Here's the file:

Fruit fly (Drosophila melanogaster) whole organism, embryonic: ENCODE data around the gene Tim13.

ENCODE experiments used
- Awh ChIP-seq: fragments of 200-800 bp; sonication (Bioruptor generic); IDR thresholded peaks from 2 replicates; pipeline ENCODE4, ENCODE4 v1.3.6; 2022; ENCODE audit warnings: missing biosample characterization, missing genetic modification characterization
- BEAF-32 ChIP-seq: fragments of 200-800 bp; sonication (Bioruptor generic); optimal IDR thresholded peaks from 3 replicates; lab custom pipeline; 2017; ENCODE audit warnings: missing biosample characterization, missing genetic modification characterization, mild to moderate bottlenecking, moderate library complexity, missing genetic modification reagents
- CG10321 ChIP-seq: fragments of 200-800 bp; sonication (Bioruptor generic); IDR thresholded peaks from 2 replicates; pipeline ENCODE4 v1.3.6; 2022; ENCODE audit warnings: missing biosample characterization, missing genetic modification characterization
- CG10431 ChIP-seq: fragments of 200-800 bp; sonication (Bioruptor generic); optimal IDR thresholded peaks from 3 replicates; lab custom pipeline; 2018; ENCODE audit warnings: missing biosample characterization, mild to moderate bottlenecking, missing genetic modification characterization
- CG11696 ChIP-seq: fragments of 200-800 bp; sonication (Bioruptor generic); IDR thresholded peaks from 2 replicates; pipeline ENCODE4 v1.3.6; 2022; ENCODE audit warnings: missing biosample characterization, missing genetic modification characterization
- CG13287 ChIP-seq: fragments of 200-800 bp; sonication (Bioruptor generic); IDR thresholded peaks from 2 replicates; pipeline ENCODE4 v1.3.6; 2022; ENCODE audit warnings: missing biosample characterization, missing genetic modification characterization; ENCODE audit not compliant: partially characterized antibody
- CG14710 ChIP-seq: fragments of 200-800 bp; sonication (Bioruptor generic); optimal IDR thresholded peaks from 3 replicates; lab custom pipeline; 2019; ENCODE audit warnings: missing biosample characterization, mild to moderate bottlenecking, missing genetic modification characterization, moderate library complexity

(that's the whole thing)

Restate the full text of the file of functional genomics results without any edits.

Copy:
Fruit fly (Drosophila melanogaster) whole organism, embryonic: ENCODE data around the gene Tim13.

ENCODE experiments used
- Awh ChIP-seq: fragments of 200-800 bp; sonication (Bioruptor generic); IDR thresholded peaks from 2 replicates; pipeline ENCODE4, ENCODE4 v1.3.6; 2022; ENCODE audit warnings: missing biosample characterization, missing genetic modification characterization
- BEAF-32 ChIP-seq: fragments of 200-800 bp; sonication (Bioruptor generic); optimal IDR thresholded peaks from 3 replicates; lab custom pipeline; 2017; ENCODE audit warnings: missing biosample characterization, missing genetic modification characterization, mild to moderate bottlenecking, moderate library complexity, missing genetic modification reagents
- CG10321 ChIP-seq: fragments of 200-800 bp; sonication (Bioruptor generic); IDR thresholded peaks from 2 replicates; pipeline ENCODE4 v1.3.6; 2022; ENCODE audit warnings: missing biosample characterization, missing genetic modification characterization
- CG10431 ChIP-seq: fragments of 200-800 bp; sonication (Bioruptor generic); optimal IDR thresholded peaks from 3 replicates; lab custom pipeline; 2018; ENCODE audit warnings: missing biosample characterization, mild to moderate bottlenecking, missing genetic modification characterization
- CG11696 ChIP-seq: fragments of 200-800 bp; sonication (Bioruptor generic); IDR thresholded peaks from 2 replicates; pipeline ENCODE4 v1.3.6; 2022; ENCODE audit warnings: missing biosample characterization, missing genetic modification characterization
- CG13287 ChIP-seq: fragments of 200-800 bp; sonication (Bioruptor generic); IDR thresholded peaks from 2 replicates; pipeline ENCODE4 v1.3.6; 2022; ENCODE audit warnings: missing biosample characterization, missing genetic modification characterization; ENCODE audit not compliant: partially characterized antibody
- CG14710 ChIP-seq: fragments of 200-800 bp; sonication (Bioruptor generic); optimal IDR thresholded peaks from 3 replicates; lab custom pipeline; 2019; ENCODE audit warnings: missing biosample characterization, mild to moderate bottlenecking, missing genetic modification characterization, moderate library complexity